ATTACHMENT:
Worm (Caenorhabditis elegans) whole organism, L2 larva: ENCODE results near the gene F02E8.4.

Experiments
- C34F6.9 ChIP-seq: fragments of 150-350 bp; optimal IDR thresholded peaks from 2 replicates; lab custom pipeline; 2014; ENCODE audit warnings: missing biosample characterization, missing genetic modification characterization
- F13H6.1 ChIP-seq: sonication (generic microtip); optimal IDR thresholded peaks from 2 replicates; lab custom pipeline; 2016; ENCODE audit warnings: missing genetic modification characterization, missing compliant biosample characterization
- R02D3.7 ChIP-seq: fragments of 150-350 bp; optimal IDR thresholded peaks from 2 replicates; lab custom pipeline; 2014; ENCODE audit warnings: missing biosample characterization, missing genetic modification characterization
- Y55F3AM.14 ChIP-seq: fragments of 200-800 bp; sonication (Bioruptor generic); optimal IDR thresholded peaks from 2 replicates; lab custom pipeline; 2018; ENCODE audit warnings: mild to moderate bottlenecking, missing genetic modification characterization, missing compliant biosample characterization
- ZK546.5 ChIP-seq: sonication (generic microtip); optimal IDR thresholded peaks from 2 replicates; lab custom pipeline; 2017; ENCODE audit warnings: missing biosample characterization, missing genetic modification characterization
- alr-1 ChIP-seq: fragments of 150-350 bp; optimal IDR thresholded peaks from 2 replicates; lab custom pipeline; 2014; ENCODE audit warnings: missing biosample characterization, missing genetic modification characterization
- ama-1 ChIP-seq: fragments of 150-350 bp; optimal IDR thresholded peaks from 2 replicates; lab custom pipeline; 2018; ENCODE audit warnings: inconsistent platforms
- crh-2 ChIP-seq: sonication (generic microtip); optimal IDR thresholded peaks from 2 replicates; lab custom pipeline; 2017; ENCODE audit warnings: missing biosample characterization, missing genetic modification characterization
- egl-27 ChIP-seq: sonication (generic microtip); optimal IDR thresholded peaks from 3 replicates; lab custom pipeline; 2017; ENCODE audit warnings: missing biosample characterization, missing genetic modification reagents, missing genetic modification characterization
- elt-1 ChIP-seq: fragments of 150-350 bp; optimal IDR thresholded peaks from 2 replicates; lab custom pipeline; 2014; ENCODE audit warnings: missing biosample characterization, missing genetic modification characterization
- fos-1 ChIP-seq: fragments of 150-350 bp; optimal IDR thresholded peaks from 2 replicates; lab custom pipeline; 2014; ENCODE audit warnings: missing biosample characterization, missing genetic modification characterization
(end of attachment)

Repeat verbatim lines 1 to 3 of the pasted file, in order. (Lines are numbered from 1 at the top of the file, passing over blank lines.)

Worm (Caenorhabditis elegans) whole organism, L2 larva: ENCODE results near the gene F02E8.4.

Experiments
- C34F6.9 ChIP-seq: fragments of 150-350 bp; optimal IDR thresholded peaks from 2 replicates; lab custom pipeline; 2014; ENCODE audit warnings: missing biosample characterization, missing genetic modification characterization